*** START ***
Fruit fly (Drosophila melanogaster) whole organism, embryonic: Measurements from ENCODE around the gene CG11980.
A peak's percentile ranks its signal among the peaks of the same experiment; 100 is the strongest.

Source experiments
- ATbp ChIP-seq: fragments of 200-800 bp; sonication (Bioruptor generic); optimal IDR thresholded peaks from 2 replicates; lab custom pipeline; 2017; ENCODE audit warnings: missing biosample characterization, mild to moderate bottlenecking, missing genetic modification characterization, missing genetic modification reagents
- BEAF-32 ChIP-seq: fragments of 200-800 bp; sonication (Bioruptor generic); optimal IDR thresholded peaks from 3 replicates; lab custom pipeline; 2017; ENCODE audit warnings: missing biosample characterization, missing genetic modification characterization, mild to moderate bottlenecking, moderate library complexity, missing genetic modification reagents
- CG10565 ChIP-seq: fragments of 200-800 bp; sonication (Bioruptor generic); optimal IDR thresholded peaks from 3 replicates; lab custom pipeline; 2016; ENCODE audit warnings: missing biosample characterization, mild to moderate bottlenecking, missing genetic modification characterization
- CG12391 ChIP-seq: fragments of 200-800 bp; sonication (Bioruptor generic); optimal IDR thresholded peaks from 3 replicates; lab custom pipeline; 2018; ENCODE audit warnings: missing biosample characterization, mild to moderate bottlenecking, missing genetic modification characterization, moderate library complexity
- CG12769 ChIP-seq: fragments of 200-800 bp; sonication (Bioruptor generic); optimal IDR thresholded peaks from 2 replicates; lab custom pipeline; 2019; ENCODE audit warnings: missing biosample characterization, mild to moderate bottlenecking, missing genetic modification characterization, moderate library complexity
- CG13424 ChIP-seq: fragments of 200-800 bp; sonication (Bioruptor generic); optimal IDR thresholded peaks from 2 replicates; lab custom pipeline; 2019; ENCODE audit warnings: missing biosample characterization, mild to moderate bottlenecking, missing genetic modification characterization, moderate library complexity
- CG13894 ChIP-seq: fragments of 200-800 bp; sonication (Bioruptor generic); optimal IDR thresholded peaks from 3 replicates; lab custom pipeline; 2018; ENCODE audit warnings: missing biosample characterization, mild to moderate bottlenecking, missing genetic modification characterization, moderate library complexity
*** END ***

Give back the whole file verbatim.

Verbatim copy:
Fruit fly (Drosophila melanogaster) whole organism, embryonic: Measurements from ENCODE around the gene CG11980.
A peak's percentile ranks its signal among the peaks of the same experiment; 100 is the strongest.

Source experiments
- ATbp ChIP-seq: fragments of 200-800 bp; sonication (Bioruptor generic); optimal IDR thresholded peaks from 2 replicates; lab custom pipeline; 2017; ENCODE audit warnings: missing biosample characterization, mild to moderate bottlenecking, missing genetic modification characterization, missing genetic modification reagents
- BEAF-32 ChIP-seq: fragments of 200-800 bp; sonication (Bioruptor generic); optimal IDR thresholded peaks from 3 replicates; lab custom pipeline; 2017; ENCODE audit warnings: missing biosample characterization, missing genetic modification characterization, mild to moderate bottlenecking, moderate library complexity, missing genetic modification reagents
- CG10565 ChIP-seq: fragments of 200-800 bp; sonication (Bioruptor generic); optimal IDR thresholded peaks from 3 replicates; lab custom pipeline; 2016; ENCODE audit warnings: missing biosample characterization, mild to moderate bottlenecking, missing genetic modification characterization
- CG12391 ChIP-seq: fragments of 200-800 bp; sonication (Bioruptor generic); optimal IDR thresholded peaks from 3 replicates; lab custom pipeline; 2018; ENCODE audit warnings: missing biosample characterization, mild to moderate bottlenecking, missing genetic modification characterization, moderate library complexity
- CG12769 ChIP-seq: fragments of 200-800 bp; sonication (Bioruptor generic); optimal IDR thresholded peaks from 2 replicates; lab custom pipeline; 2019; ENCODE audit warnings: missing biosample characterization, mild to moderate bottlenecking, missing genetic modification characterization, moderate library complexity
- CG13424 ChIP-seq: fragments of 200-800 bp; sonication (Bioruptor generic); optimal IDR thresholded peaks from 2 replicates; lab custom pipeline; 2019; ENCODE audit warnings: missing biosample characterization, mild to moderate bottlenecking, missing genetic modification characterization, moderate library complexity
- CG13894 ChIP-seq: fragments of 200-800 bp; sonication (Bioruptor generic); optimal IDR thresholded peaks from 3 replicates; lab custom pipeline; 2018; ENCODE audit warnings: missing biosample characterization, mild to moderate bottlenecking, missing genetic modification characterization, moderate library complexity